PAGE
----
As house prices and over-levered homeowners mark time ahead a “correction” of unknowable depth and breadth, which will bring the Fed and .gov back into the game at levels that make 2009-2015 look like an “under-reach”, the mortgage sector has undergone continual and dramatic GSE, FHA, and private label credit guideline easing, and technological innovation in loan origination, compliance, and efficiency, as part of the “digital mortgage revolution”.
This has prepared the space for a durable volume surge of refi’s and new mortgage credit structures that we don’t even know about yet (e.g., new-vintage, mainstream ‘no-LTV and/or DTI’ streamline refi’s and purchases, mortgage & mod hybrids, etc.), which will break historical volume records. This is provided the lagging, front-end, ‘consumer outreach’ tech component catches up to the back-end, which is something I have spent a tremendous amount of time on over the past couple of years.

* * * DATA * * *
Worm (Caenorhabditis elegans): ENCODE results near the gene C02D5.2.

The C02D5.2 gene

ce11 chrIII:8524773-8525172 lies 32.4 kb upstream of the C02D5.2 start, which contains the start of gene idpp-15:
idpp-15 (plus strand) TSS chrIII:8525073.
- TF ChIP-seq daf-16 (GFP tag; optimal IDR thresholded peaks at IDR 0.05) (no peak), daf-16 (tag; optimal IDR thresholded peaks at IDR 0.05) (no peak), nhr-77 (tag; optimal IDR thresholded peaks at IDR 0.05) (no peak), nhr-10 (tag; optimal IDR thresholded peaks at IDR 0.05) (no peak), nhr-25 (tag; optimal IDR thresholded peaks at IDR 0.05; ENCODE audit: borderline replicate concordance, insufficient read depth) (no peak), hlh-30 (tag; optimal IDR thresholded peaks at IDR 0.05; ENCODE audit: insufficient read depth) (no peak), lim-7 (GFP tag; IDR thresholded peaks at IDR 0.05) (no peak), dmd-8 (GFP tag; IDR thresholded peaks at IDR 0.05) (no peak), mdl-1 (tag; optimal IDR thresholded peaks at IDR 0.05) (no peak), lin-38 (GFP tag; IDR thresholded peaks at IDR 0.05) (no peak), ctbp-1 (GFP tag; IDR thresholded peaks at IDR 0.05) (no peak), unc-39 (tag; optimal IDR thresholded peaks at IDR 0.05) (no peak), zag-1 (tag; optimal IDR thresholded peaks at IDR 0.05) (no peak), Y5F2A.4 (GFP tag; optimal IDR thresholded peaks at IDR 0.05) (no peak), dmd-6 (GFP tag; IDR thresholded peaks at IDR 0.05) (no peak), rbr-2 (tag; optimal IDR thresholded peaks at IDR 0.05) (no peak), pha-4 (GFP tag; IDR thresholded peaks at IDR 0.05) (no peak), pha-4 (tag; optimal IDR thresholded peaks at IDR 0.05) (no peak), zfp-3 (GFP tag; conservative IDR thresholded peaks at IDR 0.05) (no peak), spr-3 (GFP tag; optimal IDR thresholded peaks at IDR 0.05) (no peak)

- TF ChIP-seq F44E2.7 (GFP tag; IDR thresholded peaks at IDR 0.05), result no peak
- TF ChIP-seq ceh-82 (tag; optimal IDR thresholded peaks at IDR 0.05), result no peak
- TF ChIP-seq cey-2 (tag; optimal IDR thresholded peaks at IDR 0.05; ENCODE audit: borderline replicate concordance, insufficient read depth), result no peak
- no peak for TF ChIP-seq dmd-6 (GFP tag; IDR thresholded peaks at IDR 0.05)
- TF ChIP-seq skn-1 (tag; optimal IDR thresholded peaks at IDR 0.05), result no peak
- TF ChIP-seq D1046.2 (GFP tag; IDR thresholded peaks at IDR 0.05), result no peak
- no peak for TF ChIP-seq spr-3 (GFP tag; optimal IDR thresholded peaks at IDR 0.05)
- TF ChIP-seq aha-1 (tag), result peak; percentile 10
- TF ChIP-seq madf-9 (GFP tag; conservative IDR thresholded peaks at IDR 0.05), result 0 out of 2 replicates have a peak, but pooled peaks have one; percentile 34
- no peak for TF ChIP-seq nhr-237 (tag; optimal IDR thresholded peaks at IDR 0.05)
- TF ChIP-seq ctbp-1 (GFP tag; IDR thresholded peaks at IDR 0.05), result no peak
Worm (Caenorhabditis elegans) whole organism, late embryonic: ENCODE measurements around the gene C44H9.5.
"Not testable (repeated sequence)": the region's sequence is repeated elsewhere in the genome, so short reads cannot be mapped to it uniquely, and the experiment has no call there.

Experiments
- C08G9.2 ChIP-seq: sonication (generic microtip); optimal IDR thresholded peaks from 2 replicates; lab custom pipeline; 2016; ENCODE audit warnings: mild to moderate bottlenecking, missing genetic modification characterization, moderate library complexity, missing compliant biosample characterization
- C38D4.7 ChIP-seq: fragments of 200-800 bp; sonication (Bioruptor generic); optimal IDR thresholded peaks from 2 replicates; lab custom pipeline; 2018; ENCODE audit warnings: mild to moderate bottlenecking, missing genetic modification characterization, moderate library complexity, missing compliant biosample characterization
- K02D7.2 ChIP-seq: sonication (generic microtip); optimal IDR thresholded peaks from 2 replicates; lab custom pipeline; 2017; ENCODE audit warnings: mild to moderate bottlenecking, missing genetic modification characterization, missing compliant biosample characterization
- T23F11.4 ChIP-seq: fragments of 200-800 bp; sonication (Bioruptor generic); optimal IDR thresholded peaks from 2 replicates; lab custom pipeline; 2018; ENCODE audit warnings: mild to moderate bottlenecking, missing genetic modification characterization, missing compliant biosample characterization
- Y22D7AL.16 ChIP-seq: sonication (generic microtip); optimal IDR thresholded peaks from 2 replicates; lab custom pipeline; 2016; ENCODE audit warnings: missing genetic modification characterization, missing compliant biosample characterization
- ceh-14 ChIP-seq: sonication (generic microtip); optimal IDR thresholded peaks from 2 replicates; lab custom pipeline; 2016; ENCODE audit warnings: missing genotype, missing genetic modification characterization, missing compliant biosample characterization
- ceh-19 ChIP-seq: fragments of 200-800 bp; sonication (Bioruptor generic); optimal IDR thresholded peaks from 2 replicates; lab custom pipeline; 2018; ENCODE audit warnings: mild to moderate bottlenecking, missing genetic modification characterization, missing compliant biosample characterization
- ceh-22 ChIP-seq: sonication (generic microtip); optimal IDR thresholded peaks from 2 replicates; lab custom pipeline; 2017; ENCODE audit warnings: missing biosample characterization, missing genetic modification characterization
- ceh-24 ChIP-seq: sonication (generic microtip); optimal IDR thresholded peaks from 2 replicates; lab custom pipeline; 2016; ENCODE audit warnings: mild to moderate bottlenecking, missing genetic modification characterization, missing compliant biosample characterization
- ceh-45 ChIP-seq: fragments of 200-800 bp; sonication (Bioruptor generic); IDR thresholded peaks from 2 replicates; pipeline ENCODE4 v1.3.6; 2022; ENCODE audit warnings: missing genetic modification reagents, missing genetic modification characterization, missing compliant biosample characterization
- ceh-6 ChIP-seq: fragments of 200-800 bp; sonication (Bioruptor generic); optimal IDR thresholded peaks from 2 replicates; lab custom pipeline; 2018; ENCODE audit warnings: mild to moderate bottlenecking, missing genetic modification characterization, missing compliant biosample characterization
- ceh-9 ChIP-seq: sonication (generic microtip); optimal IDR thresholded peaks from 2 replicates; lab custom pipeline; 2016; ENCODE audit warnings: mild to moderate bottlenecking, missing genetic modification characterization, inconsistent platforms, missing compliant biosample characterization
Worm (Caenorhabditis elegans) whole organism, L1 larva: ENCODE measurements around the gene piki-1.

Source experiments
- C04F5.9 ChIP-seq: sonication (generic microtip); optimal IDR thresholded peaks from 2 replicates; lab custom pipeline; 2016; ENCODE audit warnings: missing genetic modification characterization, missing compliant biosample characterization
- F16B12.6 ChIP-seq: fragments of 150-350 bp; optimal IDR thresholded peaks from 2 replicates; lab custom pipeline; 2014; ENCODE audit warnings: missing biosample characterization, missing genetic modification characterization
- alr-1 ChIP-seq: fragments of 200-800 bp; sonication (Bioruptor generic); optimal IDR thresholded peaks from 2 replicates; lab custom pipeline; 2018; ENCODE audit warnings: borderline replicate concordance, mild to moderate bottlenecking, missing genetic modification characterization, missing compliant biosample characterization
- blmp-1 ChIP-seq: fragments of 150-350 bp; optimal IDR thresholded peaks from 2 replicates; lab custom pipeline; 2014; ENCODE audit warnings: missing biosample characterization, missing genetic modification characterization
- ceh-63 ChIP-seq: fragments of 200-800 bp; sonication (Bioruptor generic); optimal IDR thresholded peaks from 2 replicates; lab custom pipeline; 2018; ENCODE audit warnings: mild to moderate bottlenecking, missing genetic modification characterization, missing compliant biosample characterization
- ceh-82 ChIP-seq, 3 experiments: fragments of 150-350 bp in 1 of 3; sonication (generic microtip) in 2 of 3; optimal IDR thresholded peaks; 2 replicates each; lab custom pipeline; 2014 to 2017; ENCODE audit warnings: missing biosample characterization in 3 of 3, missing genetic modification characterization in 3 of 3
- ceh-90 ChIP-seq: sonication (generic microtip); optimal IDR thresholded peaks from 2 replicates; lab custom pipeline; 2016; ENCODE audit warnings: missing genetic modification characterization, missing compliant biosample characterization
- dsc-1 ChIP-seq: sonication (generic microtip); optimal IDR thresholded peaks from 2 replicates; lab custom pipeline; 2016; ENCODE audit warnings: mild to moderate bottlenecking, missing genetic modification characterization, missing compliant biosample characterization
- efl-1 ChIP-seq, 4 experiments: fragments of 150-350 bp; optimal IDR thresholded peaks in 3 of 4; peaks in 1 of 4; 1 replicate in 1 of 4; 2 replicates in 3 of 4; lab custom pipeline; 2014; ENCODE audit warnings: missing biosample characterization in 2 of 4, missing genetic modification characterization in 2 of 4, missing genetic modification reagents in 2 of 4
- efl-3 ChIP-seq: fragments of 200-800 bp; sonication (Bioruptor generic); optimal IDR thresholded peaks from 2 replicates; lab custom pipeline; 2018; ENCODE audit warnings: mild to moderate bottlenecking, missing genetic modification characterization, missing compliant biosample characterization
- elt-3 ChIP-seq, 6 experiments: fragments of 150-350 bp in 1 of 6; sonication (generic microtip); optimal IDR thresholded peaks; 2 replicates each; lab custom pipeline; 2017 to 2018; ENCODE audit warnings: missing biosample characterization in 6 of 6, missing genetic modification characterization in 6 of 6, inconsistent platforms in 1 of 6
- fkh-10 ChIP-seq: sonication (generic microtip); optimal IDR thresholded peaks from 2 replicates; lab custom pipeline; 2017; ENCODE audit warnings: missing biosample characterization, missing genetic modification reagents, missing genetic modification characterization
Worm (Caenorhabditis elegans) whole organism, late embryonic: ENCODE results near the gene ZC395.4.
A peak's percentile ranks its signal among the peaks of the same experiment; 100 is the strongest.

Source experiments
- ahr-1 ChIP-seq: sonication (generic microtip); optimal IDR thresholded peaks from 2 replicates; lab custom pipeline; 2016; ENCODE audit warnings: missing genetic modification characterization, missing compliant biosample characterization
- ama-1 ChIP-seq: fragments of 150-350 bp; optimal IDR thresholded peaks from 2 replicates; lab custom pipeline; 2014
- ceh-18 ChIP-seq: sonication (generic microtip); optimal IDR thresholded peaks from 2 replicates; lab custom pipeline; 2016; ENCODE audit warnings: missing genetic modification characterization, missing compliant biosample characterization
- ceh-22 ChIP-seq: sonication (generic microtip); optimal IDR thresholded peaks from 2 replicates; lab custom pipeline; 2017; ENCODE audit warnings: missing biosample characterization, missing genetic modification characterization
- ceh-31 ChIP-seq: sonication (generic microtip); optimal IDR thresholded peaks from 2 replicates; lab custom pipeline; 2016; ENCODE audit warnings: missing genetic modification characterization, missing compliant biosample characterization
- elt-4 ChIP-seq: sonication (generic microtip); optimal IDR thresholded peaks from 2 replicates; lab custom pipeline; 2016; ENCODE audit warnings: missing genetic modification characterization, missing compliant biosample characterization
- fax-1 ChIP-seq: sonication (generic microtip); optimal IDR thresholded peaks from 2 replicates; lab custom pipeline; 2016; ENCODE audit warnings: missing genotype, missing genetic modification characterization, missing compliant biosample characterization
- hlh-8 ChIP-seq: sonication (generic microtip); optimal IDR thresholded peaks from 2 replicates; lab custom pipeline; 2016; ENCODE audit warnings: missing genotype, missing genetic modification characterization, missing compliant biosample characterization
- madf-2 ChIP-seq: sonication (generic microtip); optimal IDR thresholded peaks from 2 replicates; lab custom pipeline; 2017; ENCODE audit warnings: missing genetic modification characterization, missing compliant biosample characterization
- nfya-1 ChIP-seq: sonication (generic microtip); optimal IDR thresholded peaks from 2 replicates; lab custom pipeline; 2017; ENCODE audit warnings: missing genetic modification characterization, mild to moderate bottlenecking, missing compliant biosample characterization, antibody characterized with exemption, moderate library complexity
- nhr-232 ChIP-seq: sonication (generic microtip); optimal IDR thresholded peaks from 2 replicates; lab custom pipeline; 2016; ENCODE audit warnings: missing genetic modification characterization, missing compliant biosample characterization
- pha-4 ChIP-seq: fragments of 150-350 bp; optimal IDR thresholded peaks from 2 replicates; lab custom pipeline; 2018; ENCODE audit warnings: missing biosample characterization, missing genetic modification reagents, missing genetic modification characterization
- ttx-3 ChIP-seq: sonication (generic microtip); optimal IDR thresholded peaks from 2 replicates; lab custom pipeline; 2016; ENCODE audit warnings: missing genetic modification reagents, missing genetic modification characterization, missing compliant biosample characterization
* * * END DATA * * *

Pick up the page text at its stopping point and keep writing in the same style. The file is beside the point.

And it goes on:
Red flags will fly by those fearing returning to the failed lending policies of the past. But, pundits will proclaim that they learned their lessons — from before the crash through interest only loans and pay option ARMs, and post-crash vis-a’-vis exotic mods — that when given a low-enough “monthly payment” rate, being 75% underwater, having 70%+ debt-to-income ratios, or both, doesn’t necessarily mean an automatic default. And the “more lending” side will always win out…because it has to.
The “great refi-boom of 2003-06 and mortgage mod/redo bubble of 2009 to 2013 rolled into one”, is the best way I can describe what could be on deck for originators.
Bottom line: The last 5 years was about housing with mortgage taking a back-seat, of sorts. Likely beginning sometime in 2018, the following 5-years will be about mortgage and related credit spreading wider and deeper than anything we can imagine now (perhaps make the mortgage credit Bubble 1.0 volume look sane by comparison).